First, focus groups contribute to local market knowledge required by USPAP’s Competency Rule.29 Specifically, the Competency Rule provides that if an appraiser is not competent prior to accepting an assignment the appraiser must “take all steps necessary or appropriate to complete the assignment competently,” and report “the steps taken to complete the assignment competently.”30 The Comments to the Competency Rule go on to state, “in an assignment where geographic competency is necessary, an appraiser who is not familiar with the relevant market characteristics must acquire an understanding necessary to produce credible assignment results for the specific property types and market involved.”31 Geographic competency is a paramount concern for assignments outside the appraiser’s general geographic area of practice—a situation that can occur frequently for appraisers with specialized areas of expertise. Focus groups can help provide the required geographic competency.

Second, focus groups may help satisfy the requirements for credible results as discussed in USPAP’s Scope of Work Rule and in Advisory Opinion

  1. The Scope of Work Rule’s Acceptability section states, “the scope of work must include the research and analyses that are necessary to develop credible assignment results.”32 The scope of work guidance in Advisory Opinion 29, “An Acceptable Scope of Work,” explains that there are “two benchmarks for measuring the acceptability of the scope of work, both of which need to be The scope of work is acceptable when it meets or exceeds both (1) the expectations of parties who are regularly intended users for similar assignments; and (2) what an appraiser’s peers’ actions would be in performing the same or a similar assignment.”33 The credibility of research results are enhanced by the use of proper focus group design and implementation.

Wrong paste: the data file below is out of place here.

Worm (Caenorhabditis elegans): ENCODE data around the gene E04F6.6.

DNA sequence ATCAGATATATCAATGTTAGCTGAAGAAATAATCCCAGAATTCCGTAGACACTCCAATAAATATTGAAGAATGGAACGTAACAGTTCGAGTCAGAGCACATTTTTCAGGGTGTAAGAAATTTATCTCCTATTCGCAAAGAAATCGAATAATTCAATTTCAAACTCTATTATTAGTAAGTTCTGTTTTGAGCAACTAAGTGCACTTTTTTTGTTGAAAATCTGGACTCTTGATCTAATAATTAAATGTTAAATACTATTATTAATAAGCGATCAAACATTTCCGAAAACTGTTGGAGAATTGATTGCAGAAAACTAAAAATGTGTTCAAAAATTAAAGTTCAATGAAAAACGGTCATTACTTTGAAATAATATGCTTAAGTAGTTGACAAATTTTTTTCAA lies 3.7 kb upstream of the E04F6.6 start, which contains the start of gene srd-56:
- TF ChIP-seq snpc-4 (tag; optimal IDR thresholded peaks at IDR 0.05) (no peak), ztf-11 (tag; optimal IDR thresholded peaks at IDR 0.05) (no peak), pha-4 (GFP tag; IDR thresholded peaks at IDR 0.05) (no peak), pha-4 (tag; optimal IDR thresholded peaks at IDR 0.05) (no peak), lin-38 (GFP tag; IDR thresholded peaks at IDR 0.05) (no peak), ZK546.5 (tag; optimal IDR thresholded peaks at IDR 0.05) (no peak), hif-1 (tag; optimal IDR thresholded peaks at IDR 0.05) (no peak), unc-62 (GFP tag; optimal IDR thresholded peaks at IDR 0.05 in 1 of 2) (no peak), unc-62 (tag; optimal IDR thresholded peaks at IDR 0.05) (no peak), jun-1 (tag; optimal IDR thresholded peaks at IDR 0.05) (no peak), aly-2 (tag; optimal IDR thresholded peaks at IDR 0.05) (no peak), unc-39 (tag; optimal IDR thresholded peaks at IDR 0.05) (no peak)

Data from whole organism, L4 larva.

The market information discovered from the focus group research may reveal additional research needs. In terms of qualitative research, these needs can include adding focus groups, adding areas of questions, or changing the populations for group selection. Also, the results may reveal the need for changes to preconceived beliefs as to what would be proper comparables or items of adjustment. Such research results would warrant further investigation. This is evident from the Scope of Work statement, “an appraiser must not allow assignment conditions to limit the scope of work to such a degree that the assignment results are not credible in the context of the intended use.”34 Therefore, the use of formal or informal focus group research requires an evaluation of the results to determine if the design of the interviews limited the results. The remainder of this article explains the process for formalized focus group research.

 

Focus Group Basics

Focus groups can be a powerful means of extracting information from market participants in order to make better judgments and support those judgments for valuation decisions. A focus group consists of interviews with a range of four to twelve participants.35 The form of interview requires planning and preparation to execute and extract meaningful information. The planning and preparation process involves the following eight components:

  1. Identifying the goals and objectives of the session;
  2. Developing a set of questions along with the respective sequencing and vetting;
  3. Developing a discussion guide;
  4. Recruitment, confirmation, and incentives for participants;
  5. Planning the session;
  6. Scheduling the session, and selecting a location and setting;
  7. Moderating the session; and
  8. Session follow-up, including a report of findings from the

A discussion of each of these components follows.

 

Identifying Goals and Objectives